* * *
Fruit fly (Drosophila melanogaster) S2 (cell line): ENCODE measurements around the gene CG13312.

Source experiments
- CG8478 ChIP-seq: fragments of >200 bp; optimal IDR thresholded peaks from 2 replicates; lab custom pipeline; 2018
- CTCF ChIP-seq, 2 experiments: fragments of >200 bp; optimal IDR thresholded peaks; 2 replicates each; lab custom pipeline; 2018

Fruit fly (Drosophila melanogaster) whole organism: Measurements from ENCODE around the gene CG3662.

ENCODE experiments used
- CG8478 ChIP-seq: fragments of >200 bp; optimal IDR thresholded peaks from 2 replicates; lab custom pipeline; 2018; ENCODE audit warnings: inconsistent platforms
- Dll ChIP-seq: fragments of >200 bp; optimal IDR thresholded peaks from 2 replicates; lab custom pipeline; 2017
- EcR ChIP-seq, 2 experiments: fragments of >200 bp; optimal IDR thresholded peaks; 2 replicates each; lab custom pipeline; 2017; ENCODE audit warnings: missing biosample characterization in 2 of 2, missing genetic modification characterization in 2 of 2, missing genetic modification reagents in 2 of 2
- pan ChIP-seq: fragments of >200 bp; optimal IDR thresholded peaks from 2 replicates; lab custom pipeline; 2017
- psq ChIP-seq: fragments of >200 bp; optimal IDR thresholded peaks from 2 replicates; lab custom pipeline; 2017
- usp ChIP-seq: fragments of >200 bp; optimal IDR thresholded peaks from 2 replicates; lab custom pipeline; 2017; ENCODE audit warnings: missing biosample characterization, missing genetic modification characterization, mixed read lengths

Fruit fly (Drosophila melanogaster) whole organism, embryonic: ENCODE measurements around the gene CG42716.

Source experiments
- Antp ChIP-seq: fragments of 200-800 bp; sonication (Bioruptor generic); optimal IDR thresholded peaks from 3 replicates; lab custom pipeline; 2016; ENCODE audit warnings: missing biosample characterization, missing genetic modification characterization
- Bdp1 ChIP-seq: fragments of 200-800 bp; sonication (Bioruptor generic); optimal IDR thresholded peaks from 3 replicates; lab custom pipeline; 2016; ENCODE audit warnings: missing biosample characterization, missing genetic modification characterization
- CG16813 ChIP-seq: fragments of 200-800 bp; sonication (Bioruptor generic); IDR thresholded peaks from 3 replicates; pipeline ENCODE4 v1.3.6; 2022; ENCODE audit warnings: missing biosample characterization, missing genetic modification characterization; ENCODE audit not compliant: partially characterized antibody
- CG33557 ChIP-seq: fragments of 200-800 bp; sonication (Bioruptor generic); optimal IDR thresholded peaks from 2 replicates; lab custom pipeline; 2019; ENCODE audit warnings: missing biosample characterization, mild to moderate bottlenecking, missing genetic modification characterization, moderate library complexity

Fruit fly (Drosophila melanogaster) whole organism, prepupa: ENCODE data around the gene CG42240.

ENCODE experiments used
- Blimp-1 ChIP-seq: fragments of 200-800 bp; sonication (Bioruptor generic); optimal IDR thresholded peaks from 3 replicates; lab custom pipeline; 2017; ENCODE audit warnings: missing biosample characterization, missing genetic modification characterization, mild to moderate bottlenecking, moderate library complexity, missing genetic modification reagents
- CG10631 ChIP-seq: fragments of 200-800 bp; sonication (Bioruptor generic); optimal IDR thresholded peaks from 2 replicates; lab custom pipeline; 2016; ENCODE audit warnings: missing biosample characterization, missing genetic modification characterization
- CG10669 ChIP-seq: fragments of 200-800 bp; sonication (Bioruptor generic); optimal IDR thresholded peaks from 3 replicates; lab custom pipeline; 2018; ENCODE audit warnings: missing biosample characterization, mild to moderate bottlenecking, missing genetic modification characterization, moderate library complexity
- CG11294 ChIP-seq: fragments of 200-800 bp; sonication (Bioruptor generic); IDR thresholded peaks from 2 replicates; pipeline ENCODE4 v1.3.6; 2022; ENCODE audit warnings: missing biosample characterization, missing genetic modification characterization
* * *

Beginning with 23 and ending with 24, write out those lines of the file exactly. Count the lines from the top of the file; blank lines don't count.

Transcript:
- CG10669 ChIP-seq: fragments of 200-800 bp; sonication (Bioruptor generic); optimal IDR thresholded peaks from 3 replicates; lab custom pipeline; 2018; ENCODE audit warnings: missing biosample characterization, mild to moderate bottlenecking, missing genetic modification characterization, moderate library complexity
- CG11294 ChIP-seq: fragments of 200-800 bp; sonication (Bioruptor generic); IDR thresholded peaks from 2 replicates; pipeline ENCODE4 v1.3.6; 2022; ENCODE audit warnings: missing biosample characterization, missing genetic modification characterization